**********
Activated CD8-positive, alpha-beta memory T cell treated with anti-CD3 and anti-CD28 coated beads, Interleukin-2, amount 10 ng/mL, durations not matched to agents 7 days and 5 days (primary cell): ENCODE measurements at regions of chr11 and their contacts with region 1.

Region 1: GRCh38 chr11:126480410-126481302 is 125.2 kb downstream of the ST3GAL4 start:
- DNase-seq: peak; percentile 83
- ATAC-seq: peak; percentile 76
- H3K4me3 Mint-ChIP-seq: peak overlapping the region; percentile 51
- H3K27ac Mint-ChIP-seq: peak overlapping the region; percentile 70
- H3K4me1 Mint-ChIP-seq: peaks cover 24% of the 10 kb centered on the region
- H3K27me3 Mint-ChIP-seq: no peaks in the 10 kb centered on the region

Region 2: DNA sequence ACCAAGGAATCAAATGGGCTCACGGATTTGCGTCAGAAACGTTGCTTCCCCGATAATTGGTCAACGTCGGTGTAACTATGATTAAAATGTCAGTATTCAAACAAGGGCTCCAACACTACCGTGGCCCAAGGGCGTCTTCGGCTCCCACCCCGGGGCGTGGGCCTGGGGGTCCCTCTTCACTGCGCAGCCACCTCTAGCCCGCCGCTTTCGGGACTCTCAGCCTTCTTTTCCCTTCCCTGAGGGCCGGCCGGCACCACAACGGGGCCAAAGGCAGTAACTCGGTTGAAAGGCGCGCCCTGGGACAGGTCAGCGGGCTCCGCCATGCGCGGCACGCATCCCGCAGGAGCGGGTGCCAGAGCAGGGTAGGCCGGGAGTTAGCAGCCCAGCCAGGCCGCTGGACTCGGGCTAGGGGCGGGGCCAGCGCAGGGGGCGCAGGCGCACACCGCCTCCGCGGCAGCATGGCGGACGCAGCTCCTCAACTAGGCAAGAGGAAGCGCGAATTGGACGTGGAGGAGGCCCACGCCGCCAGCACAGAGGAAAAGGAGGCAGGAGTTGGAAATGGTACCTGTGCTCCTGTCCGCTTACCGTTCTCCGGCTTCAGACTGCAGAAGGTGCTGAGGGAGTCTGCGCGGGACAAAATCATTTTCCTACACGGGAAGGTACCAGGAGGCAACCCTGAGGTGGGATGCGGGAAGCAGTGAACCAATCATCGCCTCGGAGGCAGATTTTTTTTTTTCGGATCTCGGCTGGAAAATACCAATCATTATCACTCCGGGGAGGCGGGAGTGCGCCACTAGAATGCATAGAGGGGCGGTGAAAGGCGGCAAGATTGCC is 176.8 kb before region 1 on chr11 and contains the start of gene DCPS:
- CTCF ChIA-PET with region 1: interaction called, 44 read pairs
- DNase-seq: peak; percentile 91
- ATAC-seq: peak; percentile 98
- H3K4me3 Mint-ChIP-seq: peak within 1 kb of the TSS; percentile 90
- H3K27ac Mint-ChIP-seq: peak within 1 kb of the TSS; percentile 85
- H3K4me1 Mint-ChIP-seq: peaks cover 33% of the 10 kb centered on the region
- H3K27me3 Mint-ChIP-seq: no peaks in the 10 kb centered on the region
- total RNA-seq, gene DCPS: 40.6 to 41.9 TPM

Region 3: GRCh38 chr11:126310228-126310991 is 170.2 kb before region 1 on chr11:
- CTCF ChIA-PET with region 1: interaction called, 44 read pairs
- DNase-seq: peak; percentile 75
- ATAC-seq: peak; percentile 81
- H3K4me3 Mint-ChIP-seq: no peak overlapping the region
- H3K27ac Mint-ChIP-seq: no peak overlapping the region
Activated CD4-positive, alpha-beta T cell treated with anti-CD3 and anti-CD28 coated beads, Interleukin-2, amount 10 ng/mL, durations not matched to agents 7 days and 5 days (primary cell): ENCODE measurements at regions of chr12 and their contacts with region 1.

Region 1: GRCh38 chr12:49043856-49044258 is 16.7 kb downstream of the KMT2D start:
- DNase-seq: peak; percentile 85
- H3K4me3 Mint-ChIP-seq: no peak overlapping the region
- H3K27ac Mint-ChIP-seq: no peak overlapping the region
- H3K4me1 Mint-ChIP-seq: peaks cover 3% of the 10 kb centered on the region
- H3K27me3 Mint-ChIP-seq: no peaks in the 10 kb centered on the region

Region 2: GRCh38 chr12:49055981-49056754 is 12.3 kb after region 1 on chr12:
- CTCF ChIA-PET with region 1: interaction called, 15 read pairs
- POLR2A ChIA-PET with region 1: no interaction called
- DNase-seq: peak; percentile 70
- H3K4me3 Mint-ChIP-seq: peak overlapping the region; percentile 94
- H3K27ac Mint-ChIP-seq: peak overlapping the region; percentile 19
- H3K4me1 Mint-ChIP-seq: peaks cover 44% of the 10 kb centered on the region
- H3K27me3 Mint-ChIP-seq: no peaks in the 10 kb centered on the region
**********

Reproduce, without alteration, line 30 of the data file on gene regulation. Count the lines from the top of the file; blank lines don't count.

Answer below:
- H3K27me3 Mint-ChIP-seq: no peaks in the 10 kb centered on the region